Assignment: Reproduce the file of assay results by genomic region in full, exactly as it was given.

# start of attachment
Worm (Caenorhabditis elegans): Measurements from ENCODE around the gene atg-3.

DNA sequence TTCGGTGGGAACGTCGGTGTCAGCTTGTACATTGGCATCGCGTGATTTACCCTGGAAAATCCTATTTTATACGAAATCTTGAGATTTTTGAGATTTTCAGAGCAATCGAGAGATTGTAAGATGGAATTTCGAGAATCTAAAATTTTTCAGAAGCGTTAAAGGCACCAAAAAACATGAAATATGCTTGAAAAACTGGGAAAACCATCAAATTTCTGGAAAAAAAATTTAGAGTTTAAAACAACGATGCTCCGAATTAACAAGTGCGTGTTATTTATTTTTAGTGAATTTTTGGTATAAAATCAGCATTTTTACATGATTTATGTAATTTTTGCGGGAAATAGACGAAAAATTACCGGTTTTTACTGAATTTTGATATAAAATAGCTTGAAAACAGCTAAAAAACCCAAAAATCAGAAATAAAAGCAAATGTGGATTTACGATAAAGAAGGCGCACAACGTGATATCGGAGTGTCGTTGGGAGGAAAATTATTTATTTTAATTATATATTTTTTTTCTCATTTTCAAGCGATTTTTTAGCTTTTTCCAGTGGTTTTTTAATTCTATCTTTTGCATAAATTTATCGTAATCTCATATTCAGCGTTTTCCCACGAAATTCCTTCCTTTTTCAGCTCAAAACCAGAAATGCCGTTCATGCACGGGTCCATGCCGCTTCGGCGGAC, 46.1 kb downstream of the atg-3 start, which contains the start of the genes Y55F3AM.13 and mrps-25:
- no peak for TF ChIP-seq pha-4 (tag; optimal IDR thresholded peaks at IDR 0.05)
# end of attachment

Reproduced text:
Worm (Caenorhabditis elegans): Measurements from ENCODE around the gene atg-3.

DNA sequence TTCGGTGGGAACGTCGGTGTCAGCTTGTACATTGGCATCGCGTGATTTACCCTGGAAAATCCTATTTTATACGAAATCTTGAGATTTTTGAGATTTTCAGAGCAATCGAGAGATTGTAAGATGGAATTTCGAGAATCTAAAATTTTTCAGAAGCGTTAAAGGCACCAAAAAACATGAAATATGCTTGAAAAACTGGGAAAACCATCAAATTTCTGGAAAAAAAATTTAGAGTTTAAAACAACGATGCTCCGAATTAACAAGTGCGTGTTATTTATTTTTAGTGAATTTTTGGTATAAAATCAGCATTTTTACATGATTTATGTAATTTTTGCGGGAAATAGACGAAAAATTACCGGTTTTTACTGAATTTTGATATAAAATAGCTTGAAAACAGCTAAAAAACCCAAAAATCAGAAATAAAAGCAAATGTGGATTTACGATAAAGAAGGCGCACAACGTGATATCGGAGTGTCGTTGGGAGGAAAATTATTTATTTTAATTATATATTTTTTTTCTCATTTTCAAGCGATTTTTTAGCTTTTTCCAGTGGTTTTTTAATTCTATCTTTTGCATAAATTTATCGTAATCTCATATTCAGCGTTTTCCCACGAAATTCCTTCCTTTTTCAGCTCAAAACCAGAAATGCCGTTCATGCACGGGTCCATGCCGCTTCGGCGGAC, 46.1 kb downstream of the atg-3 start, which contains the start of the genes Y55F3AM.13 and mrps-25:
- no peak for TF ChIP-seq pha-4 (tag; optimal IDR thresholded peaks at IDR 0.05)